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1/26 - DIY Coriolanus Review with Video


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Ralph Fiennes' film feels urgent, immediate and, as demonstrated in the successful battle sequences, utterly visceral.

Posted 26th January 2012, 4:11pm in Film, by Siobhan Denton

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Despite T.S. Eliot's claim of Coriolanus' superiority to Hamlet, the casual viewer is unlikely to be familiar with the plight of Roman leader Caius Marcius Coriolanus, the titular character from one of Shakespeare's lesser known plays.

Having proven himself crucial in Rome's fight against the subversive Volscian army, led by Aufidius (Gerard Butler), Coriolanus, upon his return from battle, is encouraged by his overbearing mother, Volumnia (Vanessa Redgave) to run for Consul. This decision, whilst finding favour with the majority of the Senate, is met with disdain by the people of Rome, who are further angered by Coriolanus' open disregard of their supposed rabble-like tendencies.

Ralph Fiennes, undertaking both directorial and titular role responsibilities, excels in both regards. His direction is tightly-paced and expertly shot, imbuing the film and the play itself with a timeless, transcendent quality. Wisely updating both the period and setting for a contemporary audience, Fiennes' film takes place in war-torn anonymous Eastern Europe; it is, as the film informs, 'some place like Rome'.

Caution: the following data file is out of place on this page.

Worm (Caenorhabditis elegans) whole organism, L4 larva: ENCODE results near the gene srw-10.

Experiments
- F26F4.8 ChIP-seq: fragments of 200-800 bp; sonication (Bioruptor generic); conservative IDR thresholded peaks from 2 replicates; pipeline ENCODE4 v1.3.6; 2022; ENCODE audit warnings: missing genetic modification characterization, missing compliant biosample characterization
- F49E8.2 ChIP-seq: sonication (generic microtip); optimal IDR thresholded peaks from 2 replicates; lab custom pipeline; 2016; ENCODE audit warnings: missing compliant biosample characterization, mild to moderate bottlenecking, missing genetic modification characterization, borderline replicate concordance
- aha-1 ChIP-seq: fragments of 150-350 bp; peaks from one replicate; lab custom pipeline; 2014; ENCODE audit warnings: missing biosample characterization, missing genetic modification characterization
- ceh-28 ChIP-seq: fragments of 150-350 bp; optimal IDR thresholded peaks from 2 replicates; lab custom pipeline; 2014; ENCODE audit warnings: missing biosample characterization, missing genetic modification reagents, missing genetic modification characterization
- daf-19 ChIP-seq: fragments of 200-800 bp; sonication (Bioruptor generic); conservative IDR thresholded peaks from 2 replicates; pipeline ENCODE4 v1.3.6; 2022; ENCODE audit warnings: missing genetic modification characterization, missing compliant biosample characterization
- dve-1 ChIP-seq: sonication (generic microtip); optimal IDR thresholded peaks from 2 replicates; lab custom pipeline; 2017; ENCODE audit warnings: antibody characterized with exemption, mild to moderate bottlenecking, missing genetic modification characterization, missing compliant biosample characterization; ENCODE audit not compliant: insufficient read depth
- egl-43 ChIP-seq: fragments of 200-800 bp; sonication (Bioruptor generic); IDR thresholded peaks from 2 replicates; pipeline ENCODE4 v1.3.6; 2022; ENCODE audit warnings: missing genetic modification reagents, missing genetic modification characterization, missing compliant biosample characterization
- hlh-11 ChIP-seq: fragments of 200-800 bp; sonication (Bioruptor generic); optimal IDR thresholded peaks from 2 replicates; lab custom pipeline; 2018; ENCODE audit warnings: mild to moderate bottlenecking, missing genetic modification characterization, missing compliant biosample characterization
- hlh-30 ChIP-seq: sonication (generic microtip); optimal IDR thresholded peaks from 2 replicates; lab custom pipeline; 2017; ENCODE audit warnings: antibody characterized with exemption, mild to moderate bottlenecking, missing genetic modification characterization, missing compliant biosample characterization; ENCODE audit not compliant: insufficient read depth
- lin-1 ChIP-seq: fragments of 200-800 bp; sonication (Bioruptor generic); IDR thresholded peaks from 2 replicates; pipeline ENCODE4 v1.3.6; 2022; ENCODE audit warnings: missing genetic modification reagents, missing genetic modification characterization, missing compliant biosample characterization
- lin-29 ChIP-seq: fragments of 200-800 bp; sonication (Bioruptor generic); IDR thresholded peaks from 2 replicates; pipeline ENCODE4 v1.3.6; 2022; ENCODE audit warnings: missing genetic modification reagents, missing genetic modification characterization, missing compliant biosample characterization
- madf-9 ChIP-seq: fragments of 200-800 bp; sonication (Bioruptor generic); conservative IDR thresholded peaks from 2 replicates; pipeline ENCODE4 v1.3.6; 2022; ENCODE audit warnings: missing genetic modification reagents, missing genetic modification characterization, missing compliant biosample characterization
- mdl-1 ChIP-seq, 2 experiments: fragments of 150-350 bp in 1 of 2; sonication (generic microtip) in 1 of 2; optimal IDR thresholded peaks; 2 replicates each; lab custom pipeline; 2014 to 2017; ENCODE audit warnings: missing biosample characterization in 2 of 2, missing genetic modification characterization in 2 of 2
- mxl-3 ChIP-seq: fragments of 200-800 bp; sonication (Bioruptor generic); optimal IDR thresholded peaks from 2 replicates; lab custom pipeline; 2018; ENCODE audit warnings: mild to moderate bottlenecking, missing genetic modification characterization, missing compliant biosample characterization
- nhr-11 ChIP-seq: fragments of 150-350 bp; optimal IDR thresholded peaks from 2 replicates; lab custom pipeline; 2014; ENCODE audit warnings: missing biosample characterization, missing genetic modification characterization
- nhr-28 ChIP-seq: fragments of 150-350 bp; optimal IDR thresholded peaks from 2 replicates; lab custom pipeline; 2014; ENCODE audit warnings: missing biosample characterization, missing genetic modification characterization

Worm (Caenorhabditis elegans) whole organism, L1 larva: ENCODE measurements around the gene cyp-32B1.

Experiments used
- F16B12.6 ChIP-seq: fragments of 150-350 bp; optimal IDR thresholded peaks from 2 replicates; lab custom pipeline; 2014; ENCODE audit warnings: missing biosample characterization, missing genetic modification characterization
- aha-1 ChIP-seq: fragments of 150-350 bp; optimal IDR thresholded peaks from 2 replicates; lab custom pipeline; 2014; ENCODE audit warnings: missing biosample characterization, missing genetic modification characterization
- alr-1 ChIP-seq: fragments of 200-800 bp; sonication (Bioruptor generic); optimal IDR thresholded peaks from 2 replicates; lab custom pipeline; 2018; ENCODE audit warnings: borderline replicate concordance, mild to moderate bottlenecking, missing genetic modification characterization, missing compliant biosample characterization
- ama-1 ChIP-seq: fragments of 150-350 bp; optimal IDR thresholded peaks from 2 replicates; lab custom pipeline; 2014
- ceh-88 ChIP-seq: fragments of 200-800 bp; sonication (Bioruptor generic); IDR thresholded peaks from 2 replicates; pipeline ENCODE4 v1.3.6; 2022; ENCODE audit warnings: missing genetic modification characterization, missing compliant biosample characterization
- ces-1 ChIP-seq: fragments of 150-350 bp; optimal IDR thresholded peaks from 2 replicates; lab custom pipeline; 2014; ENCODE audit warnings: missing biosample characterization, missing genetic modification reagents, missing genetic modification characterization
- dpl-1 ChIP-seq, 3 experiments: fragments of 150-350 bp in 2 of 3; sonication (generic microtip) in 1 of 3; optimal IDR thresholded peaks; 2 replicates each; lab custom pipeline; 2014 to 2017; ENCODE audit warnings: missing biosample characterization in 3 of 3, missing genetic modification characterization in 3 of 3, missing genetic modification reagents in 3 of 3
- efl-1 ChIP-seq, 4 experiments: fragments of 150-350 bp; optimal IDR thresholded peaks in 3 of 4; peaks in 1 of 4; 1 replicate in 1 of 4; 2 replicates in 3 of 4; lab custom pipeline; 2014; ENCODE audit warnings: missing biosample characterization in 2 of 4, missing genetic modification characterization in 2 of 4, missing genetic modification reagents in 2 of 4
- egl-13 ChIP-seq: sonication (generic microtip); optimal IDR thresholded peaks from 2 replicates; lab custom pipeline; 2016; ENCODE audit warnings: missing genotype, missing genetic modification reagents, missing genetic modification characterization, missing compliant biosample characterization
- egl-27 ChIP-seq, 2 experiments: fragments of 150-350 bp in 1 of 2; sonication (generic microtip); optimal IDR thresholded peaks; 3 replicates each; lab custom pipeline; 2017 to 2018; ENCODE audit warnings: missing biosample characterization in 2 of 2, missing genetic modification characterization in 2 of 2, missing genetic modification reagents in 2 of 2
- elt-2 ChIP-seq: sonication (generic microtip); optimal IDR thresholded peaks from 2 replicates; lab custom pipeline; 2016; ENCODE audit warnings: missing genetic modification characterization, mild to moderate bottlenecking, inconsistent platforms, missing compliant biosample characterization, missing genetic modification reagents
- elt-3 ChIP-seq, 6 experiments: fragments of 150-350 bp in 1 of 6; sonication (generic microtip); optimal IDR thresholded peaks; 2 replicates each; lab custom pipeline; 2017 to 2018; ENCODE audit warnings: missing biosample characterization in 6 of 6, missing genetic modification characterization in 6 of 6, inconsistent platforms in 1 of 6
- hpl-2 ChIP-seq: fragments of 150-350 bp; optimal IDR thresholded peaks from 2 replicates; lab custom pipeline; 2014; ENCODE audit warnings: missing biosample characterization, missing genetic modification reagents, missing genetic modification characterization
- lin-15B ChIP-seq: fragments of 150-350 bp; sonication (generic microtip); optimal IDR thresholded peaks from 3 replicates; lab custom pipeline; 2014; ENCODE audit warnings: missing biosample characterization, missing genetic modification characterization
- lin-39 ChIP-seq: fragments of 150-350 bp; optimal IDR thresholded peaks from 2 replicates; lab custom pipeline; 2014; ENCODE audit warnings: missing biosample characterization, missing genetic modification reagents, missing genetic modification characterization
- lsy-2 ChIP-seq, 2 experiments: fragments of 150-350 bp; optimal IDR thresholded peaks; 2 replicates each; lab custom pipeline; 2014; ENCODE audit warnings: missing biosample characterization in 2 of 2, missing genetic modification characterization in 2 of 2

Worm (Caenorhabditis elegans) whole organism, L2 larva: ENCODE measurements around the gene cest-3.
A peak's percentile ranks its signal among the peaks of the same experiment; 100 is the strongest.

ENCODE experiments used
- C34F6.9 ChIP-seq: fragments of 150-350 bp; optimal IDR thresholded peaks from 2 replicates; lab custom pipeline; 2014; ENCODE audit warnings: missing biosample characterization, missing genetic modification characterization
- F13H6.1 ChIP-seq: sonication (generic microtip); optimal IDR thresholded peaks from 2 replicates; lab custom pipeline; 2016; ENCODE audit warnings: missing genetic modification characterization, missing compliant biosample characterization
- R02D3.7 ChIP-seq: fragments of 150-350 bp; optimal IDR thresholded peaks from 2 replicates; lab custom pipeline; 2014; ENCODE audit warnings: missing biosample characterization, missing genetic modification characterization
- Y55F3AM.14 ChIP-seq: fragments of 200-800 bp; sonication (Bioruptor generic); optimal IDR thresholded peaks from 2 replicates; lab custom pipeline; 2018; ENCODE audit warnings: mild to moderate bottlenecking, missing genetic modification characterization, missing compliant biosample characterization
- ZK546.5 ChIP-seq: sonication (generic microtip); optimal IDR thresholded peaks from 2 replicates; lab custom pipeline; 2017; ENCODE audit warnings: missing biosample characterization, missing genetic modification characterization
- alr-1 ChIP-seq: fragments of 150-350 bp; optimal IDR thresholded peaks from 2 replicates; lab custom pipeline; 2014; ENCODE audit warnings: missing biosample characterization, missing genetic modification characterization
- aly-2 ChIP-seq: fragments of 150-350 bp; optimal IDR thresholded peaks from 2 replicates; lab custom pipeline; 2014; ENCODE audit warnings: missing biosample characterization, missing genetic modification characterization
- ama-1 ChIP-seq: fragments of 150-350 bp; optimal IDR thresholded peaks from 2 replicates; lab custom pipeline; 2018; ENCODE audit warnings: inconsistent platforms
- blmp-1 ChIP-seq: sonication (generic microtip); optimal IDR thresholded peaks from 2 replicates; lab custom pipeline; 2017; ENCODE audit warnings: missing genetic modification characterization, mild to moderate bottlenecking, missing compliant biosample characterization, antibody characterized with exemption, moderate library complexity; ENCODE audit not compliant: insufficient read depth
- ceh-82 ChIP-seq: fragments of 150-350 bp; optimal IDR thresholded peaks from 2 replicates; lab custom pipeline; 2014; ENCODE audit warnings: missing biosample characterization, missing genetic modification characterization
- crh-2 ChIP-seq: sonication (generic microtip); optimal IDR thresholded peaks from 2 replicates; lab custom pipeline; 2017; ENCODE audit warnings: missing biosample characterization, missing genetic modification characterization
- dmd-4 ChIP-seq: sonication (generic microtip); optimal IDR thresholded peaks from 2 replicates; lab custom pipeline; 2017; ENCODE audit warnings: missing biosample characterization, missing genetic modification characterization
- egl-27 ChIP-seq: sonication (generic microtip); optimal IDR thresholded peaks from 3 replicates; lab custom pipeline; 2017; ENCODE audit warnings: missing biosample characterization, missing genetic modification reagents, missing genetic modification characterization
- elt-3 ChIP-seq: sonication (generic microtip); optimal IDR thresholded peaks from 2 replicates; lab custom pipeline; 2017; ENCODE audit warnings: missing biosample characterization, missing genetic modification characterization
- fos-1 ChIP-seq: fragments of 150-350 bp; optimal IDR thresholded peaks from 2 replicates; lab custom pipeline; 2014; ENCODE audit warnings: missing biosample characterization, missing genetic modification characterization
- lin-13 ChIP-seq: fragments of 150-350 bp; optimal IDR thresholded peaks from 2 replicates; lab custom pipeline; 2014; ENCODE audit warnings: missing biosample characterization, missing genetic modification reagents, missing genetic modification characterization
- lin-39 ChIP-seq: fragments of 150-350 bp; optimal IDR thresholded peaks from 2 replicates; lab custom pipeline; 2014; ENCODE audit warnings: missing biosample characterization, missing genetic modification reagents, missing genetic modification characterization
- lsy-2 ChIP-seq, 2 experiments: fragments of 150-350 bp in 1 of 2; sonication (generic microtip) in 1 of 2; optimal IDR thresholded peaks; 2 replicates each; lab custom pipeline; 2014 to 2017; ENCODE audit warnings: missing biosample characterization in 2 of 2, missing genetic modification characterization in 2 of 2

No other source material is subject to the same degree of reverence afforded to the works of Shakespeare; as such, any film which chooses to manipulate either the source material, or simply change the setting, is likely to incur the wrath of purists. Fiennes' decision to update the setting effectively recontextualises the play, ensuring accessibility whilst maintaining integrity to the source material.

The casting decisions are quite perfect, attracting excellent actors without allowing them the opportunity for grandiose pontificating, as is often the case when performing Shakespeare. Redgrave excels as the cloying, often typically Freudian Volumnia. The viewer understands the power Volumnia holds over her son, and thus understands the direction the narrative takes. The luminous Jessica Chastain makes the best of the limited screen time afforded her in the relatively sparse role of Coriolanus' wife, carefully balancing wifely concern with naive devotion.

It is Butler, whose casting may have surprised those familiar with his back-catalogue, who truly proves himself. Butler is magnetic, both charismatic and commanding, proving his ability when provided with the right material. Fiennes' of course, reprising a role he originated onstage, is excellent, permeating his Coriolanus with effective complexity and arrogance whilst maintaining the viewer's interest and empathy.

Fiennes' film feels urgent, immediate and, as demonstrated in the successful battle sequences, utterly visceral. Coriolanus, perhaps most importantly, feels fresh and relevant: a truly exciting film, showcasing a newly emerging directorial talent.


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